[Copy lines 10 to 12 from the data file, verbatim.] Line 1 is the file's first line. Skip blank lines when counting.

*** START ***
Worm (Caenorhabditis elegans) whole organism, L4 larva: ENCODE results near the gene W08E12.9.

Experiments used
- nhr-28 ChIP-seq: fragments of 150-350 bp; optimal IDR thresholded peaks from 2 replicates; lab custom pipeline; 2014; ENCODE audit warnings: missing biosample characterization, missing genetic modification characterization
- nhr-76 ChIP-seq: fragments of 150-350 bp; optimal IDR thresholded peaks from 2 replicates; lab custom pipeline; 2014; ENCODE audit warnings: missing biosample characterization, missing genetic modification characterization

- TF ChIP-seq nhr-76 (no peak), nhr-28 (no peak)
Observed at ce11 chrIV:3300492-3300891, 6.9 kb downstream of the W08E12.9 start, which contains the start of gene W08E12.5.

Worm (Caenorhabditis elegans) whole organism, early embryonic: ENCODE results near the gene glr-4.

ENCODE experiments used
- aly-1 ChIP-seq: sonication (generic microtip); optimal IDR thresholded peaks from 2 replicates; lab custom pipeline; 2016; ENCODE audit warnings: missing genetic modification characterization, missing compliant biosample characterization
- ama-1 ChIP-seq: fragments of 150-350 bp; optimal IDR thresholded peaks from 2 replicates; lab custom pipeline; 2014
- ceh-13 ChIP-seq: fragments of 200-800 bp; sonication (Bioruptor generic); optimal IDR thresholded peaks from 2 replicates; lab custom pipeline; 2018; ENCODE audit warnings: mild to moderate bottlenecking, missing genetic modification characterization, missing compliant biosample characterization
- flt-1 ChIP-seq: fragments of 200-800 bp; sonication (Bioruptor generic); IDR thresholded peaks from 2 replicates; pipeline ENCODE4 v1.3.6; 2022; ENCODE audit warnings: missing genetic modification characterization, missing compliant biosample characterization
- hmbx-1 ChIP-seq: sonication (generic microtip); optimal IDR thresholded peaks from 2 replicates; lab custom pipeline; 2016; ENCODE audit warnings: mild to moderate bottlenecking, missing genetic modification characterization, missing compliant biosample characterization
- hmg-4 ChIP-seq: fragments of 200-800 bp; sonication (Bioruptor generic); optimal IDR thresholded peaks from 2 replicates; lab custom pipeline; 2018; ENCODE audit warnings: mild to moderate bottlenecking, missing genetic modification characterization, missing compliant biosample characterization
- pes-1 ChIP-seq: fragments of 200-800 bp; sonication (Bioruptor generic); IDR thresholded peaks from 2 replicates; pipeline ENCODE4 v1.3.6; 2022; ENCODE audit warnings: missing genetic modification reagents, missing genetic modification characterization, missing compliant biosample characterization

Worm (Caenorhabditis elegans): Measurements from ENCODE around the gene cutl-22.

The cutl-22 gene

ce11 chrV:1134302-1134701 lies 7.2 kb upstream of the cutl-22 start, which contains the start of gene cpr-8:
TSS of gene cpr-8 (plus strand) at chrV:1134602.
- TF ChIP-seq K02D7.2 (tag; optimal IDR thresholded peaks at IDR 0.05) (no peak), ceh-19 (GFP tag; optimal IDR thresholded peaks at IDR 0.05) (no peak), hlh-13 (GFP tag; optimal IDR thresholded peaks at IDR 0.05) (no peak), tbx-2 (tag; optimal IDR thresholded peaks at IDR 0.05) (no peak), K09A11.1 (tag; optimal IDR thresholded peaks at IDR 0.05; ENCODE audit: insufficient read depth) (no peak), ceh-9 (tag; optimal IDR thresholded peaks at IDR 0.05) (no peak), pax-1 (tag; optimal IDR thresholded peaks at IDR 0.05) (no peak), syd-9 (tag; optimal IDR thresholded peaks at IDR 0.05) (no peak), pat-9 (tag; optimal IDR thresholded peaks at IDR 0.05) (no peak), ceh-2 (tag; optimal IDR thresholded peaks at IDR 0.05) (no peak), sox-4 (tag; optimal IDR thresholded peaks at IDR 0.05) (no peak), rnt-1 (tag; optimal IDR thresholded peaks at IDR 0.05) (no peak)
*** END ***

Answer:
- ama-1 ChIP-seq: fragments of 150-350 bp; optimal IDR thresholded peaks from 2 replicates; lab custom pipeline; 2014
- ceh-13 ChIP-seq: fragments of 200-800 bp; sonication (Bioruptor generic); optimal IDR thresholded peaks from 2 replicates; lab custom pipeline; 2018; ENCODE audit warnings: mild to moderate bottlenecking, missing genetic modification characterization, missing compliant biosample characterization
- flt-1 ChIP-seq: fragments of 200-800 bp; sonication (Bioruptor generic); IDR thresholded peaks from 2 replicates; pipeline ENCODE4 v1.3.6; 2022; ENCODE audit warnings: missing genetic modification characterization, missing compliant biosample characterization